Diez B. Roggisch
deets at nospam.web.de
Sat Mar 1 18:13:59 CET 2008
castironpi at gmail.com schrieb:
> On Feb 29, 1:55 pm, "Diez B. Roggisch" <de... at nospam.web.de> wrote:
>> castiro... at gmail.com schrieb:
>>> The Python main interpreter has an at-exit list of callables, which
>>> are called when the interpreter exits. Can threads have one? What's
>>> involved, or is the best way merely to subclass Thread?
>> Is that some sort of trick-question?
>> class MyThread(Thread):
>> def run(self):
>> while some_condition:
>> The atexit stuff is for process-termination which is/may be induced by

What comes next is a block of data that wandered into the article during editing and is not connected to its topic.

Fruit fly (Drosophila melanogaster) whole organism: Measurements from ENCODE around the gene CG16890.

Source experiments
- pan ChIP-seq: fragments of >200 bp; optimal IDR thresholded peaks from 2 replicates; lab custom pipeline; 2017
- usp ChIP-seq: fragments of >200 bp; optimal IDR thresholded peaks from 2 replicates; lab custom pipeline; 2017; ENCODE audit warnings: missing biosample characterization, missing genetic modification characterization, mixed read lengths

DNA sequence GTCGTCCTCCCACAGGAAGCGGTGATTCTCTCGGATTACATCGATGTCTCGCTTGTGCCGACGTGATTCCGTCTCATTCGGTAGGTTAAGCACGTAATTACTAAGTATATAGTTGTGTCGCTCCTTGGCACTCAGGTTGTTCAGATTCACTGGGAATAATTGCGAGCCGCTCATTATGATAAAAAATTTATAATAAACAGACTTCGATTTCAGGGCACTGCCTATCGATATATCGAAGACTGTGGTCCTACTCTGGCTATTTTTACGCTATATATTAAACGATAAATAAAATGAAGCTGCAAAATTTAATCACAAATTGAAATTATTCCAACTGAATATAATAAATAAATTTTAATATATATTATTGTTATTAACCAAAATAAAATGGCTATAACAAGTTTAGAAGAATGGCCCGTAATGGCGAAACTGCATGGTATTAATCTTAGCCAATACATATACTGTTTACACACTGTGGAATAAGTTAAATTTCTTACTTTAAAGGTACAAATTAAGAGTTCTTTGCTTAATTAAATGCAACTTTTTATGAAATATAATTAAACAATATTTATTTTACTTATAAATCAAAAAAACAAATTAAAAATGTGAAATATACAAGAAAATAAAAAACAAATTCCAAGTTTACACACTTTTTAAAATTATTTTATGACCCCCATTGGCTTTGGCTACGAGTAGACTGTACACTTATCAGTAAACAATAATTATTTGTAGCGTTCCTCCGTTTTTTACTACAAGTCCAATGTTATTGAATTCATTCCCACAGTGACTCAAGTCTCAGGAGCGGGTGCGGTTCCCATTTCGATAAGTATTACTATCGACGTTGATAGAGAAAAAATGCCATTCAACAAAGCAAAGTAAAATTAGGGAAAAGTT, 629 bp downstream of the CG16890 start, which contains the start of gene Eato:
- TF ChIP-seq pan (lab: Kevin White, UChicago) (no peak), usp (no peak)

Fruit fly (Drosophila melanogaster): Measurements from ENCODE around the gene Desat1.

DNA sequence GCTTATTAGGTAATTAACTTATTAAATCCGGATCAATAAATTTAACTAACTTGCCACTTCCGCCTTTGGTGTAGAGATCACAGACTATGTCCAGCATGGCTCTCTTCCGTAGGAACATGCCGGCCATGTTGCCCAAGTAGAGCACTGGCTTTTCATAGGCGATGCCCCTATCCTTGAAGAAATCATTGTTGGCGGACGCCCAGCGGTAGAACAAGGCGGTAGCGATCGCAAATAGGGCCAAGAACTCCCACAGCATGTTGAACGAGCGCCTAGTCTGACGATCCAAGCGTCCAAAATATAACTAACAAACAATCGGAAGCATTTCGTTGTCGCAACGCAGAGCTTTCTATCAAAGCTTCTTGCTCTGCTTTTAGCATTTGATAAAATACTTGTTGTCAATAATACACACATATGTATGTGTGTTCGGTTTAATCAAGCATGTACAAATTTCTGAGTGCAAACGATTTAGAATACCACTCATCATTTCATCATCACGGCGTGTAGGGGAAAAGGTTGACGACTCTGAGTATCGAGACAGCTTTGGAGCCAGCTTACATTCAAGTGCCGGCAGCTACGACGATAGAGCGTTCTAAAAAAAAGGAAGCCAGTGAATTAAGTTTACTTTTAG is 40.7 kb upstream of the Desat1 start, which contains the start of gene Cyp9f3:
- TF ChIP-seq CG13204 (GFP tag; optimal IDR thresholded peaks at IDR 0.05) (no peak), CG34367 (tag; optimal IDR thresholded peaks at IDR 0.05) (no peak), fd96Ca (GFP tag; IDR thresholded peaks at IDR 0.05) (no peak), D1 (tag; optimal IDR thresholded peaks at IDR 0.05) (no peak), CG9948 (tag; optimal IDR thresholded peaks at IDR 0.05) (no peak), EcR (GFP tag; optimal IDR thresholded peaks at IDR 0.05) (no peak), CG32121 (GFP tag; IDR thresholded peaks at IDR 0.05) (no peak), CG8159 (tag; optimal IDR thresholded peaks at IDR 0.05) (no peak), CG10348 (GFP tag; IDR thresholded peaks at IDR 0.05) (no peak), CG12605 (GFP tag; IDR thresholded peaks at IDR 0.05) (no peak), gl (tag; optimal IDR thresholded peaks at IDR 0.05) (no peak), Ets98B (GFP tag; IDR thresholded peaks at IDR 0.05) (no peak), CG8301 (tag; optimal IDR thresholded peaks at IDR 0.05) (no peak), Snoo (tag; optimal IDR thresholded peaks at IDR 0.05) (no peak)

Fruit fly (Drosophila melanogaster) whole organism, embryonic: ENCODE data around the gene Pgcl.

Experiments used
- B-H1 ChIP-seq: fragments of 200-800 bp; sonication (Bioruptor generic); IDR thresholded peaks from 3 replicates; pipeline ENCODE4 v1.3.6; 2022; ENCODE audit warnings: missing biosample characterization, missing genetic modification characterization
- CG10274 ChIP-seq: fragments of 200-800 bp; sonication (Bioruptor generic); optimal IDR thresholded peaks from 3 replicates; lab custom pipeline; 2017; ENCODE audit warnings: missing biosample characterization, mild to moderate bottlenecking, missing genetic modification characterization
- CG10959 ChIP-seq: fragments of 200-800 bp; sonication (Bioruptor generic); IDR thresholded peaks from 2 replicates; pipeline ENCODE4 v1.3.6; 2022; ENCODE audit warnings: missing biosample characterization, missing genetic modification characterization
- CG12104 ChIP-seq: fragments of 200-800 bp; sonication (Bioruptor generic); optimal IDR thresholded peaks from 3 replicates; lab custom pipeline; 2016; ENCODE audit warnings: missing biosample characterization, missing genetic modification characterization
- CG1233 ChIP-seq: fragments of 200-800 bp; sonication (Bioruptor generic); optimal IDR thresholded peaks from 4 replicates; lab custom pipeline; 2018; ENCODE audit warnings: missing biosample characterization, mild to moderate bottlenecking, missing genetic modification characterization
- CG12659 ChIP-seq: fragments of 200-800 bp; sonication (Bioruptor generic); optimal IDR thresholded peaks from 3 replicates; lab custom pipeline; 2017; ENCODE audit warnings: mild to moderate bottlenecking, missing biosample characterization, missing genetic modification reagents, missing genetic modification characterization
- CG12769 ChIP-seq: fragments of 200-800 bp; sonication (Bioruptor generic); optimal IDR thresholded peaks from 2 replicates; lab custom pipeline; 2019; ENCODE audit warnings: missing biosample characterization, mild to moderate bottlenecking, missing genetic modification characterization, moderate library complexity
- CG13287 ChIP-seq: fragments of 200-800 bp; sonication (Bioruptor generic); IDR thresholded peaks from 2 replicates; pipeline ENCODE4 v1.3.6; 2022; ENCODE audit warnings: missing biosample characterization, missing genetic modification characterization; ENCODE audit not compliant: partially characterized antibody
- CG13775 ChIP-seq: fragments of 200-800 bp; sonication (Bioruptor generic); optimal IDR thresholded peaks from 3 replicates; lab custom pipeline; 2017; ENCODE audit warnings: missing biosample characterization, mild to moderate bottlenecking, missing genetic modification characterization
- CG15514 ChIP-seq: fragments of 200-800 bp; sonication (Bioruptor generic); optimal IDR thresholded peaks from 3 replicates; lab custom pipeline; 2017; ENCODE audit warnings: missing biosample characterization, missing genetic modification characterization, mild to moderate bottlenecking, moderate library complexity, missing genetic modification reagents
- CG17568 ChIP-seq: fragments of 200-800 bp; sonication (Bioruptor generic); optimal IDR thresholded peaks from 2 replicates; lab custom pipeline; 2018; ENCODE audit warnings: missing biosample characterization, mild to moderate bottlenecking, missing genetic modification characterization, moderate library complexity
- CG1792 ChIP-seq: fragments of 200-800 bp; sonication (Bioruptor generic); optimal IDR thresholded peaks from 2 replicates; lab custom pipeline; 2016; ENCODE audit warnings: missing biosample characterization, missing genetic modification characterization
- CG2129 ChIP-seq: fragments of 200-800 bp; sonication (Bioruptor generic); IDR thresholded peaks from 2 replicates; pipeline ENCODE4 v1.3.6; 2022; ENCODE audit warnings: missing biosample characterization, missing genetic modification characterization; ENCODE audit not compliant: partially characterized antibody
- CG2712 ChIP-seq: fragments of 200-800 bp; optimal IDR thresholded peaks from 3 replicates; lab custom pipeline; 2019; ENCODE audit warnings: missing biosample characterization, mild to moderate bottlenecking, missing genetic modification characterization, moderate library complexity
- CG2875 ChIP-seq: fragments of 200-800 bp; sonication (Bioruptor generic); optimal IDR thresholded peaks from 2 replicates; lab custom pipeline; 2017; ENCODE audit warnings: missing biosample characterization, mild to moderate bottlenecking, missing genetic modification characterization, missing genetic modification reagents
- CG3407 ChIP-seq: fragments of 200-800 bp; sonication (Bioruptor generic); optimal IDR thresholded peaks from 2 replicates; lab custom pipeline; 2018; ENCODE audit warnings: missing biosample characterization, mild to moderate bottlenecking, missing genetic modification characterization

>> external signals - which is the reason why these callbacks extist.
>> Threads don't have that, thus no need.
> That depends. If a thread adds an object it creates to a nonlocal
> collection, such as a class-static set, does it have to maintain a
> list of all such objects, just to get the right ones destroyed on
> completion? Processes destroy their garbage hassle-free; how can
> threads? And don't forget Thread.run( self ) in the example, if
> anyone ever wants to make use of the 'target' keyword.
That is both totally unrelated to the original question and plain wrong.
Processes don't destroy their garbage themselves, not automagically or
anything. If you _want_, you can put atexit-handlers that do clean up
some stuff, but you'll have to equip them with the necessary context
kill -9 <pid>
won't run *anything* of your own code.
The OS is eventually responsible for cleaning up.
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